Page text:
*I received this book from the publisher in exchange for an honest review.*
Author: Nandi Taylor
Publisher: Wattpad Books
Publication Date: January 21, 2020
Synopsis from Goodreads:
As a princess of the Yirba, Yenni is all-but-engaged to the prince of a neighboring tribe. She knows it’s her duty to ensure peace for her people, but as her father’s stubborn illness steadily worsens, she sets out on a sacred journey to the empire of Cresh, determined to find a way to save him at any cost, even though failure could mean the wrath of her gods and ruin for her people. One further complication? On the day she arrives at the Prevan Academy for Battle and Magical Arts, she meets an arrogant dragon-shifter named Weysh who claims she’s his “Given”, or destined mate. Muscular, beautiful (and completely infuriating), he’s exactly the kind of distraction Yenni can’t afford while her father’s life hangs in the balance.
I’ll preface this with the same thing I say every time I need to write a bad review — I absolutely hate giving bad reviews because I know the effort and time it takes to write and produce a book. However, I am continually disappointed by the content that Wattpad Books puts out. I think it’s time that I start choosing to avoid this particular publisher. Given has an excellent concept — the description is really unique and I love the idea of the fantasy world that Taylor has built based on the synopsis. Unfortunately, the book itself did not live up to the expectations that I had going into this read.
Disjointed is the best word that I can use to describe the flow of this book. The plot moves at a jerky and halting pace, making it very difficult to read. There was little flow and often no transition between chapters and sections within chapters. It felt very broken and made the flow of time within in this world difficult to follow and often very confusion. There are sections of the writing that are strong and very interesting — particularly the focus on runelore and the protagonist, Yenni’s affinity for this particular strand of magic. There is a significant focus on runelore and its magical properties so that was a major plus. But the remaining plot elements felt too coincidental or expositional. There is a lot of “tell” rather than “show” going on in the writing, which created a sense of the story being a work of fanfiction rather than a fully developed novel.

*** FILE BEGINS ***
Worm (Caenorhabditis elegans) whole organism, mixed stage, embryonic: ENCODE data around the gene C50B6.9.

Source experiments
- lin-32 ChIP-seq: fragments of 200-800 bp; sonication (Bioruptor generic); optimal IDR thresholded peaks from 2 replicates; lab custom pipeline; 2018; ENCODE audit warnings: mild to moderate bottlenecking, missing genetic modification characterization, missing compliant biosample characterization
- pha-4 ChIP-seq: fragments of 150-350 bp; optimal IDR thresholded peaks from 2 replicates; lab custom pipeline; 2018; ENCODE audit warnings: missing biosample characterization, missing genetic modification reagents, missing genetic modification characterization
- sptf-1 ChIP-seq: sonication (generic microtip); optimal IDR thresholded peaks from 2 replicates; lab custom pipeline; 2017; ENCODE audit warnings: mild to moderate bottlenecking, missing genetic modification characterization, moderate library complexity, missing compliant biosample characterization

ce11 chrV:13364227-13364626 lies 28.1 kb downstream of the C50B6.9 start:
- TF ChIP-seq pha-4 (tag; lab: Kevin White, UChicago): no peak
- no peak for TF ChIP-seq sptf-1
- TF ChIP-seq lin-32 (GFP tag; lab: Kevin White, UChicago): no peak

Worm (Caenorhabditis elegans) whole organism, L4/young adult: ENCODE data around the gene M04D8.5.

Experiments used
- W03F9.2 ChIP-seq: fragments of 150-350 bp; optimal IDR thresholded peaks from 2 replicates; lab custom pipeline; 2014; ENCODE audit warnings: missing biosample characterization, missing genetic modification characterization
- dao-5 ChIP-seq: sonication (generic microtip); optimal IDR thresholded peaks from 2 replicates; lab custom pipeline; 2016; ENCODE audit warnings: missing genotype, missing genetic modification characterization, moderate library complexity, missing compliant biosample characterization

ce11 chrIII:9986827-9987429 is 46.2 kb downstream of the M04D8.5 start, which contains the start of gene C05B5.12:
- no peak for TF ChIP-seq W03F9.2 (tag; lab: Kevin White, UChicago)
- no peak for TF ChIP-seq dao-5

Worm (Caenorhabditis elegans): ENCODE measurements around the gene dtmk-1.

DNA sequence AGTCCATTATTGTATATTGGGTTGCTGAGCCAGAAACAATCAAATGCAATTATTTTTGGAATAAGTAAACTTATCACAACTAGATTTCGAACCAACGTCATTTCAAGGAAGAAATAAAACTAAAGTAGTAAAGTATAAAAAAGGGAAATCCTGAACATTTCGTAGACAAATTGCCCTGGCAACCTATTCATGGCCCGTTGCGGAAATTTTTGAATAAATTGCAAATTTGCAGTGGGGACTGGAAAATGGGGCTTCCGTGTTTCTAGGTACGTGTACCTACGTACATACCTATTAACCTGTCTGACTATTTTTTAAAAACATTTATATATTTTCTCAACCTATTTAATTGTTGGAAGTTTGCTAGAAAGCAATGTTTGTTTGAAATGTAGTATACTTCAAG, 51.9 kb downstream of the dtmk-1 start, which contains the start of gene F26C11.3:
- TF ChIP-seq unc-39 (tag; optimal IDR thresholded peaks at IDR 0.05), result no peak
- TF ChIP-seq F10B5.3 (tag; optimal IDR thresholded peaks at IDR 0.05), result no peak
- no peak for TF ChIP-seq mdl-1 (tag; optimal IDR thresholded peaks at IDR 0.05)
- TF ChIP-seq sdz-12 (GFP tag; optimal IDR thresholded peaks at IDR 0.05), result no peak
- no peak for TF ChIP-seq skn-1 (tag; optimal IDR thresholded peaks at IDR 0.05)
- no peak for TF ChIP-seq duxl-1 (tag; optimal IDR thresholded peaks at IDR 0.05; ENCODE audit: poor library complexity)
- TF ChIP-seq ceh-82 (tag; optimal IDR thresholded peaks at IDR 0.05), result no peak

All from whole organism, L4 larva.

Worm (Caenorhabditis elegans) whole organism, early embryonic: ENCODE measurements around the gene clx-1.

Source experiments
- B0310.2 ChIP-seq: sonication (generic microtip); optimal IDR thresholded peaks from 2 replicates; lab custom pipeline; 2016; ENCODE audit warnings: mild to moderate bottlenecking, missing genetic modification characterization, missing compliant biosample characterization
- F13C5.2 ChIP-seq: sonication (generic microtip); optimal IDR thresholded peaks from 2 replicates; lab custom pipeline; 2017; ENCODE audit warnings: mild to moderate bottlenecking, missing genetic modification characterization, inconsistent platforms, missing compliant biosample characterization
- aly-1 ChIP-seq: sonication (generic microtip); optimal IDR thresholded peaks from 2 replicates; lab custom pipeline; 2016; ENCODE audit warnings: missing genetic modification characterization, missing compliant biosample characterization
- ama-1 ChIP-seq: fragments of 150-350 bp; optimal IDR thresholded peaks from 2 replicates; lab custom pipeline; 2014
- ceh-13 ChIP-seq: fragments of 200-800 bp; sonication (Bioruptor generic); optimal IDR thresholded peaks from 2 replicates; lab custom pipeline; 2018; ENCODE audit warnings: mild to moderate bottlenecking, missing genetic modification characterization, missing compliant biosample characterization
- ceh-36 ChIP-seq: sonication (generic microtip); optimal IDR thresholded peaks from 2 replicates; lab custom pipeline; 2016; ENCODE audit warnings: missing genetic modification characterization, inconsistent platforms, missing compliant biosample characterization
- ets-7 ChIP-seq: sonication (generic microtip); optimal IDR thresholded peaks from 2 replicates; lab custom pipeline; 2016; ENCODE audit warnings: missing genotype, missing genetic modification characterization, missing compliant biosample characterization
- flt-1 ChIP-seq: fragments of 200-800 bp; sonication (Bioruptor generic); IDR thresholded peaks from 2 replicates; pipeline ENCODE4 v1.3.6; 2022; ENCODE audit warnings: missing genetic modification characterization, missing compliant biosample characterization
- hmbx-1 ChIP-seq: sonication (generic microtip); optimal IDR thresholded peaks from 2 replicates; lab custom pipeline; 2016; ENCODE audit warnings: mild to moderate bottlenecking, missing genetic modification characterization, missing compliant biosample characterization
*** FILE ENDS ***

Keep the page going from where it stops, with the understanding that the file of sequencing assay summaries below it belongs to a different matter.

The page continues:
Additionally, the characters are unfortunately just not believable. The dialogue is halting and rudimentary, often stating the obvious without allowing the reader to infer or interpret for themselves. It also seems like the majority of characters struggle with anger management issues. Everyone’s reactions are over the top and often violent and aggressive without cause. Characters motivations are often not known, or the motivation does not accurately match the reaction. For example, one antagonist comes from a difficult past, leading his present actions against the “good” characters to be violent and criminal, but there is no reason for him to dislike or antagonize these particular characters. He just doesn’t like them, so he relentlessly attempts to kill them. Fine, but it seems a little farfetched that he’d pursue these attacks on one particular character with such vehemence without provocation.
I wish I had something good to share with you for this one, but alas, it’s been the least enjoyable book that I’ve read in a really long time. I considered not finishing it, but I continued out of curiosity. The ending was not satisfying and was actually quite confusing. I felt as though there was no resolution. I get the feeling that perhaps it’s meant to be a series and we were supposed to be left with a cliff-hanger, but it just read like a final chapter had been forgotten. I will admit that I read an uncorrected proof, so it’s possible this has been fixed in the final version, but I won’t be seeking out the final book to confirm.
It saddens me that this isn’t one I can suggest to you, readers. But if you do read it, I hope your experience is better than mine.